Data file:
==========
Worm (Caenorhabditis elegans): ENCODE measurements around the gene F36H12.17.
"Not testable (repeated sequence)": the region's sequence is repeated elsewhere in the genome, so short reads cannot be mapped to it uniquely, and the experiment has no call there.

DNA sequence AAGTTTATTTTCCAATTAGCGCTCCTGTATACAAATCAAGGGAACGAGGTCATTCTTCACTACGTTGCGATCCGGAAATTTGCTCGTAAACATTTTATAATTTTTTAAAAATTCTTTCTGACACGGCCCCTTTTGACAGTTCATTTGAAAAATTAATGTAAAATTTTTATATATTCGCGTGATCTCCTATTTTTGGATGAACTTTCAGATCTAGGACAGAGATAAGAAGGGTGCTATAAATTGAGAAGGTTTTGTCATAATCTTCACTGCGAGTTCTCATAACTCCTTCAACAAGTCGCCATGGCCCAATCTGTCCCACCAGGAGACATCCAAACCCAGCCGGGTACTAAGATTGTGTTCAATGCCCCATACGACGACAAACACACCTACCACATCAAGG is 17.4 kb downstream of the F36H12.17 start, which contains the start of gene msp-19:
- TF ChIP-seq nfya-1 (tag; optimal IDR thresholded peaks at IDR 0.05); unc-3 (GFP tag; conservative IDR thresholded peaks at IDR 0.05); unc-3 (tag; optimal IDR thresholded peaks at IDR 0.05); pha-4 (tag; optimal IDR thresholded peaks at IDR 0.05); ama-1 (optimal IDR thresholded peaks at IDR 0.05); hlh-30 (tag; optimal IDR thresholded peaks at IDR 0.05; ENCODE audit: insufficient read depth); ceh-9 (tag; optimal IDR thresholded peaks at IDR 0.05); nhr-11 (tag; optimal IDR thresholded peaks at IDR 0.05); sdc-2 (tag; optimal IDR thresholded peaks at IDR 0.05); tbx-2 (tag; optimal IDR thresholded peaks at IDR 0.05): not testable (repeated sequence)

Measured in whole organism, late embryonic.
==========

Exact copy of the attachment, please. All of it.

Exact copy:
Worm (Caenorhabditis elegans): ENCODE measurements around the gene F36H12.17.
"Not testable (repeated sequence)": the region's sequence is repeated elsewhere in the genome, so short reads cannot be mapped to it uniquely, and the experiment has no call there.

DNA sequence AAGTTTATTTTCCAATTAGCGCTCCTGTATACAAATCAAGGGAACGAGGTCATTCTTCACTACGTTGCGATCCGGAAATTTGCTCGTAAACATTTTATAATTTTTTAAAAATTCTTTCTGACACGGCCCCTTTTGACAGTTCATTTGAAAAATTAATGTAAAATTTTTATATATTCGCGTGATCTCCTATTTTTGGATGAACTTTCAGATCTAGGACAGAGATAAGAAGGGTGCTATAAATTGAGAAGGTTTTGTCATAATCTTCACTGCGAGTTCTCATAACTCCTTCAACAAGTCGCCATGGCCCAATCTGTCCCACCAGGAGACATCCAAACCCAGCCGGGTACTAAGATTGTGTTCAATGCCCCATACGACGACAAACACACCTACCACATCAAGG is 17.4 kb downstream of the F36H12.17 start, which contains the start of gene msp-19:
- TF ChIP-seq nfya-1 (tag; optimal IDR thresholded peaks at IDR 0.05); unc-3 (GFP tag; conservative IDR thresholded peaks at IDR 0.05); unc-3 (tag; optimal IDR thresholded peaks at IDR 0.05); pha-4 (tag; optimal IDR thresholded peaks at IDR 0.05); ama-1 (optimal IDR thresholded peaks at IDR 0.05); hlh-30 (tag; optimal IDR thresholded peaks at IDR 0.05; ENCODE audit: insufficient read depth); ceh-9 (tag; optimal IDR thresholded peaks at IDR 0.05); nhr-11 (tag; optimal IDR thresholded peaks at IDR 0.05); sdc-2 (tag; optimal IDR thresholded peaks at IDR 0.05); tbx-2 (tag; optimal IDR thresholded peaks at IDR 0.05): not testable (repeated sequence)

Measured in whole organism, late embryonic.